One of the best ways I’ve found to decorate my home is with framed art on the walls. I don’t just buy pictures, I get them from a variety of sources. I’ve framed a puzzle, picked up prints on Freecycle and printed my own photographs.
Framing is a wonderful way to decorate walls but it can be expensive. Even with high value coupons, paying for custom framing can be beautiful but costly. Using standard frames is nice but can appear boring. What’s a frugal gal to do? Make your own and use materials you can find for cheap or free.
Step 1: the Pictures
Start with the pictures you’d like to frame. Even if you don’t know which photos to print, choose a size to work with. In the past I’ve used Walgreens Photo Posters with great results, a 12″ x 18″ print costs $12.99 with a coupon.
I chose a 2″ mat around the perimeter which makes final size approximately 16″ x 22″ plus the frame which would add another 3-4″.
Price the posters and make sure your shots are a high enough resolution to avoid blurry posters or unfocused prints.
Step 2: Make a Template
I like poster board from Wal-Mart – it’s cheap, easy to store and make sure it’s unwarped. I took a poster ordered from Walgreens and unrolled it on the poster board.
The cups are in place to keep the poster from rolling back up. I’m using 2 pieces of 12×12 scrapbook paper as a mat 2″ on both sides. After measuring the poster board I drew lines and cut it to size.
It’s a little uneven so next time I’ll cut it larger and overlay the picture. You can match up the edging at the corners or in the middle of each edge. Play around with different mat materials, try fabric, patterned paper or textured material.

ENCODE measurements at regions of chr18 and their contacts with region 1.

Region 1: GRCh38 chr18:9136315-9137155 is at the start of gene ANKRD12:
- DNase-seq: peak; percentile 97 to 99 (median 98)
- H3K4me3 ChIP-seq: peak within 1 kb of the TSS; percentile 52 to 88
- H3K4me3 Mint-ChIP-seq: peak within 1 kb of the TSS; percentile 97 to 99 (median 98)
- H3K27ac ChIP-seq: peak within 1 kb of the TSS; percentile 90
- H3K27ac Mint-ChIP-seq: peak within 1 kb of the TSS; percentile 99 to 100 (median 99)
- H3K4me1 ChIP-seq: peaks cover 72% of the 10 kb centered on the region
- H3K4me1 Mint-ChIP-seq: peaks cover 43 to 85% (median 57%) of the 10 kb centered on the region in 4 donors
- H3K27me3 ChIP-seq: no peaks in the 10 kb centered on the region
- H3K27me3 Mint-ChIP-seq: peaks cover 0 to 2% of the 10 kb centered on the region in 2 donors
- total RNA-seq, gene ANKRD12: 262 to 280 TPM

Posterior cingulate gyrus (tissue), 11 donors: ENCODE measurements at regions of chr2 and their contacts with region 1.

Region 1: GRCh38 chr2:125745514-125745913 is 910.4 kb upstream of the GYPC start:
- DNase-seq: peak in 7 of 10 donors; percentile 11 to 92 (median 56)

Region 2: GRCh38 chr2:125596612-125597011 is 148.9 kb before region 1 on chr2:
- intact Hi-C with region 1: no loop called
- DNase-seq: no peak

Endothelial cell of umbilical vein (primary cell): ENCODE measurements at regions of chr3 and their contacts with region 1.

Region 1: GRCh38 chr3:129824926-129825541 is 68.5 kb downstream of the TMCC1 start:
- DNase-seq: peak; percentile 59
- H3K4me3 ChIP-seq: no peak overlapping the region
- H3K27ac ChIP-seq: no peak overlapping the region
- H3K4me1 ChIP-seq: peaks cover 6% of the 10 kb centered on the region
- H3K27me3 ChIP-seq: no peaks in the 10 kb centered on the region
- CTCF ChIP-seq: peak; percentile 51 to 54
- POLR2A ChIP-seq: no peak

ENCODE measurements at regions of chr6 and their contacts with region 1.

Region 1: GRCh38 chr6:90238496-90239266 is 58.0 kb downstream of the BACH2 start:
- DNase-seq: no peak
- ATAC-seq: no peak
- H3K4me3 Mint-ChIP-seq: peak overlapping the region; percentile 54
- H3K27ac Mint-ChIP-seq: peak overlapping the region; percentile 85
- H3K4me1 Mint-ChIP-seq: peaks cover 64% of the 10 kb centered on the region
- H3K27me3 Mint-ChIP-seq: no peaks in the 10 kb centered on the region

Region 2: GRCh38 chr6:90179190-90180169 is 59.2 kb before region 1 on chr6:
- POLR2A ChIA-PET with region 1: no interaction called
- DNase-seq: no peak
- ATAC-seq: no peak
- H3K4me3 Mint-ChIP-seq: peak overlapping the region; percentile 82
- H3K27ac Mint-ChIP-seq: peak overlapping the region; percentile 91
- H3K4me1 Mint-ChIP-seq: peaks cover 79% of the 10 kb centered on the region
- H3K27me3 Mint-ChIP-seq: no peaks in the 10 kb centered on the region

Next overlay the picture to see how it looks.
You can probably tell this is a practice photo for me, the edges do not match up well and I probably won’t use this color matting.
Step 3: Determine how to Hang
This is the fun part. Take some bright photo paper and tape it so it measures the size of your intended poster size. I made four in orange paper so they would show up on my boring white walls.
Using plastic packing tape “hang” the prints in the room and adjust accordingly.
I like things a little more symmetrical. Plus the one on the far right looks like an after thought. Maybe if I added a fifth print on the lower right.
This is a little better, but if I do more portrait than landscape prints how would that look?
Okay, but a little high when I stand next to them. Lowered looks okay, so I moved on to the short wall between the bathroom and my closet.
Looks about the right size, it’s perfect for a wall that can’t have any furniture. On the wall behind the bed there’s another arrangement possible.
I’m still playing around with the paint schemes for the room, I have the colors I want but this wall drives me nuts. It’s not symmetrical, the A/C filter is off to the right and I don’t have a bed frame yet.
I am planning a thin shelf right below these prints, about 3″ wide and floating on the wall. I’d like reading lamps under the shelf and 3 to 4 prints on the wall.
Step 4: Add the frame, cover and hanging mechanism
Whether you add glass or plastic is up to you, most framed prints need a layer of protection from dust and light. You can buy picture hangers at the store and install easily – I’ll cover that in the next post.
Until then, get outside and take some pictures!